The late Marvel Comics writer Mark Gruenwald had a rare talent: an encyclopedic knowledge of old comics. Gruenwald was apparently the only man who could beat Mark Waid in a comic book trivia contest about the Justice League…which, of course, was published by DC, not the company Gruenwald actually worked on.
As a result of this, Gruenwald, during long runs on series like Captain America and Quasar, would much prefer to resurrect long forgotten characters for story lines rather than create new ones. He even did the most mature Justice League story ever when he used the Marvel knock-offs versions to tell what many consider the first mature readers comic book storyline with the fantastic Squadron Supreme mini-series, a story showing the Squadron taking over their Earth as benevolent dictators, unmasking in public, and all the eventually horrible repercussions that came with that. Not only does this story predate Watchmen and Dark Knight Returns, but Gruenwald told a story with mature themes without anything that would have gotten the book censored by the Comics Code. That’s right, folks: his mature story had no nudity, sex, or swearwords.
But he did create a few characters too, and into that mess came the unfortunate example of Hauptmann Deutschland.
Not all that many moons ago, Mad Max director George Miller was preparing to direct a Justice League movie called Justice League Mortal. Unfortunately, even though they had gotten quite far into development and even had the above cast, that movie was not to be. But recently surfaced photos of Megan Gale as Wonder Woman gives you some idea of what we could have expected. Catch it after the break.
Last week, when I covered the Beefeater in this column, I mentioned how that Beefeater’s dad was a partner to a World War II era American hero named General Glory. When the Beefeater tried to tell his wife about his old man’s adventures with the good General, his wife reminded him that General Glory was a fictional character from American comic books.
Thing is, the Justice League books of the time dropped that line a couple times, and so it came as something of a surprise that General Glory was actually a real guy.
The deconstruction of the superhero genre is something that has been going on for a few decades now, and is often rather repetitive. Generally, it is an excuse to show classic or recognizable characters doing things that normally they wouldn’t, often of a more R-rated variety.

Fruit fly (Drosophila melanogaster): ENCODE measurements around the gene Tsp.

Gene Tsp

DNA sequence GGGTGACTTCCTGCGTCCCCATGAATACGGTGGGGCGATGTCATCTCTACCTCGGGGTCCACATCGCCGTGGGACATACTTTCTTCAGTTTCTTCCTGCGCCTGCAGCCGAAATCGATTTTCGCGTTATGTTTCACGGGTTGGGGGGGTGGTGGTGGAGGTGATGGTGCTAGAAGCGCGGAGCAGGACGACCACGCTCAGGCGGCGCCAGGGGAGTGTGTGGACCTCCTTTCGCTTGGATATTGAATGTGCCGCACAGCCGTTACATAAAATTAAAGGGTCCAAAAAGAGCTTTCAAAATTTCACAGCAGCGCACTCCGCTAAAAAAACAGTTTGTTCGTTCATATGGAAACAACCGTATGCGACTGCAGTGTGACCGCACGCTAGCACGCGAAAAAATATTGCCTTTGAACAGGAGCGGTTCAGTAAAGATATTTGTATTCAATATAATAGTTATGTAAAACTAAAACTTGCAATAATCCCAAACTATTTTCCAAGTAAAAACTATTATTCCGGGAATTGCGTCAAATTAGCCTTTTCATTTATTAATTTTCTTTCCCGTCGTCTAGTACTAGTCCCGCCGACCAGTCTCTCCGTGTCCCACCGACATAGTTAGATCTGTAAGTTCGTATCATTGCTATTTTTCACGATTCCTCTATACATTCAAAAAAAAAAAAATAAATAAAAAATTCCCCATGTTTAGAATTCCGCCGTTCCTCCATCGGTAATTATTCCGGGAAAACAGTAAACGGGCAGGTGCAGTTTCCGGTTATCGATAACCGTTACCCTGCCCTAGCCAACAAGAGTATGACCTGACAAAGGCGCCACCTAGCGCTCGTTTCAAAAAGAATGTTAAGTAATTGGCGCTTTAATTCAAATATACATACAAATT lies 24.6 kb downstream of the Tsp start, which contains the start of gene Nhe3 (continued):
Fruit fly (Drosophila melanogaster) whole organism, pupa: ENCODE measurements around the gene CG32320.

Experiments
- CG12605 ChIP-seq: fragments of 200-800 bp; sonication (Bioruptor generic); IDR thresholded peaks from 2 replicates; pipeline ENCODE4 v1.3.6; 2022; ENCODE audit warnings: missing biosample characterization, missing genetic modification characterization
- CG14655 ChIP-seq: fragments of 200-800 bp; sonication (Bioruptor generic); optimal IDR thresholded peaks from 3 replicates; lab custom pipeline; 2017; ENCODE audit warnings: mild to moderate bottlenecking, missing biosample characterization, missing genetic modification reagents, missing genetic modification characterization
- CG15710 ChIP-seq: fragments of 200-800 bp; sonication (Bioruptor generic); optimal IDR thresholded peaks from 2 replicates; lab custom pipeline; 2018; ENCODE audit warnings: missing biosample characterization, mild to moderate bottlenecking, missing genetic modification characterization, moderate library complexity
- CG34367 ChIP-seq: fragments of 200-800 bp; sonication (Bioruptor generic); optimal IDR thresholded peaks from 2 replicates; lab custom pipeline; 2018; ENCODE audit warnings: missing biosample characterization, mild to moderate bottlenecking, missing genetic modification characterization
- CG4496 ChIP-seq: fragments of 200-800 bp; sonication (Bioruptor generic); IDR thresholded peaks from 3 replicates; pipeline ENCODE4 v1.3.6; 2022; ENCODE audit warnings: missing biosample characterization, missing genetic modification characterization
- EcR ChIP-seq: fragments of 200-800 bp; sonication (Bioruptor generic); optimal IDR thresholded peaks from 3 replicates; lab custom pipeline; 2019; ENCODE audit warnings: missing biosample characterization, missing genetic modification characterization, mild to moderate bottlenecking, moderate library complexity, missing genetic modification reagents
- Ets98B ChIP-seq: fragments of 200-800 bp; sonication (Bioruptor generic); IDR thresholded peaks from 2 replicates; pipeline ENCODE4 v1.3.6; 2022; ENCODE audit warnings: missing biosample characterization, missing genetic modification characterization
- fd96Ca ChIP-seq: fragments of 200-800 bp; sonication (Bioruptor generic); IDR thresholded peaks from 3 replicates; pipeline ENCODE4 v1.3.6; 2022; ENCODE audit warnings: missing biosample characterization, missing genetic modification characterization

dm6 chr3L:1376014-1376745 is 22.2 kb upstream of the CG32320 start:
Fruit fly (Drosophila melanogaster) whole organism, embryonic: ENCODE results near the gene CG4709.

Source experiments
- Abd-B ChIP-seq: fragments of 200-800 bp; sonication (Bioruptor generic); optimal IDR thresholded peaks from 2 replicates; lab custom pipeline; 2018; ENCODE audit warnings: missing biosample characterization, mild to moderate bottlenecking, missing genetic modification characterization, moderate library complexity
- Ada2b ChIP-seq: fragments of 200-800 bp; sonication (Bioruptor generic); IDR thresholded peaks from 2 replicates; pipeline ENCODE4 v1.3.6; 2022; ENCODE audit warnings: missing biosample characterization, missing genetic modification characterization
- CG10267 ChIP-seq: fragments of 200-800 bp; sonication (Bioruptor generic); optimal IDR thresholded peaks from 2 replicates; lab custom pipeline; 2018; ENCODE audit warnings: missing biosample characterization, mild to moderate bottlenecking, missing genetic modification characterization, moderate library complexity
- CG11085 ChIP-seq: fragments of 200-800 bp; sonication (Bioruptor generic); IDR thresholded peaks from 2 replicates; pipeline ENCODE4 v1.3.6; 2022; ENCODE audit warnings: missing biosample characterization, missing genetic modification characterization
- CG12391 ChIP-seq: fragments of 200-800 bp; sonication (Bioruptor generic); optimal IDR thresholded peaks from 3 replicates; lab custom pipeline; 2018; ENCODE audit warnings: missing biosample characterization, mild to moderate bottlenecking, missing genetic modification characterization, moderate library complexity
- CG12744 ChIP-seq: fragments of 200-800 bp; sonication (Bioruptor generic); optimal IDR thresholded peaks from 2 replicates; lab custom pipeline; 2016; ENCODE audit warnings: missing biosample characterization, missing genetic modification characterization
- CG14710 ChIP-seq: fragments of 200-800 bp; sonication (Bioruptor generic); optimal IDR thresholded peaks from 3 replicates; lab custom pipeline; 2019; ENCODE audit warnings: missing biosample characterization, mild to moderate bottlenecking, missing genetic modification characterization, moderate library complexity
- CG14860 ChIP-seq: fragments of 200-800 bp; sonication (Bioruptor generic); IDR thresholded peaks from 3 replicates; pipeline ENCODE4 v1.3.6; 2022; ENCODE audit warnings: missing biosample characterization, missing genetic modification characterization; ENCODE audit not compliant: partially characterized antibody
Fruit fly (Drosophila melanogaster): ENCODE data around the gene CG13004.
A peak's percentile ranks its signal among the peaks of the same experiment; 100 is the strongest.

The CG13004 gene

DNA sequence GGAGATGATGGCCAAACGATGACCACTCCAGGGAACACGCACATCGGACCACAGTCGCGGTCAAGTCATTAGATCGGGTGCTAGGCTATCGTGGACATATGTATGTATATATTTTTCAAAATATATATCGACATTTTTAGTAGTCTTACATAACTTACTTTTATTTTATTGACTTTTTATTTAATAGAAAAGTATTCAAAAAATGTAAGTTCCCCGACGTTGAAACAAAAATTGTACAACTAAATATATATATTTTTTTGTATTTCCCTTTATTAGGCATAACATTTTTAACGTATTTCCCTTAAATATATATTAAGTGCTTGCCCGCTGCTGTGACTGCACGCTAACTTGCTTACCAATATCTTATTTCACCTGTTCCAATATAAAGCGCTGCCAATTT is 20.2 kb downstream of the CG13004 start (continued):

That said, when the deconstruction is done right, such as in Watchmen, the work says something about the genre’s conventions and tropes in a way that can be highly entertaining for the reader, while also giving the reader a chance to think over the sorts of things that are taken for granted.
But one of the best deconstructions out there doesn’t just cover superheroes, but pulp literature and genre storytelling in general. That would be the comics series Planetary, written by Warren Ellis and illustrated by John Cassaday.
Superheroes, for the most part, don’t age. Marvel and DC have their superhero universes set in some sort of sliding scale timeline, where almost everything that’s happened since the superhero line was created somehow only occurred over a ten to twelve year period. That means that even though there are Fantastic Four comics depicting Reed Richards and Ben Grimm in the trenches of World War II, today neither of those gentlemen are that old. Aside from a handful of World War II era heroes and villains who have managed to stay active and keep their ties to the war (Captain America, the original Justice Society), or even the rarer other type (Frank Castle is a Vietnam vet), heroes are pulled from eras they existed in to avoid explaining how Batman swings through the streets of Gotham without a walker.
But there are ways to allow heroes to age, and one of them DC used to have was Earth-2. Originally the home of the Justice Society of America, Earth-2 was the place where the Golden Age heroes did their thing. And while none of them quite reached the state we’d consider “elderly,” some of them did marry and have children. One of them was the Earth-2 Batman, and he had a daughter, and oh man, is this one messed up history.
Kid sidekicks are a thing for many heroes. Usually they’re supposed to be someone for the young reader to identify with. And while not every superhero has had a kid sidekick, on the DC most of the major ones did. In fact, the Justice League had one once for some reason.
His name was Snapper Carr. And oh man, was he painful to read about.
Marvel and DC both have many characters that share strong similarities with their cross-company rival. Sometimes it is a coincidence. Two people have the same idea, no matter how novel, independent of each other. Sometimes it is just because there are only so many archetypes. Of course there is going to be some nearly identical characters. Sometimes they aren’t even that similar. We just want to make this list longer. Other times, they are 100%, complete rip offs. When DC/Marvel did the Amalgamation back in the 90’s, they could have just used the original.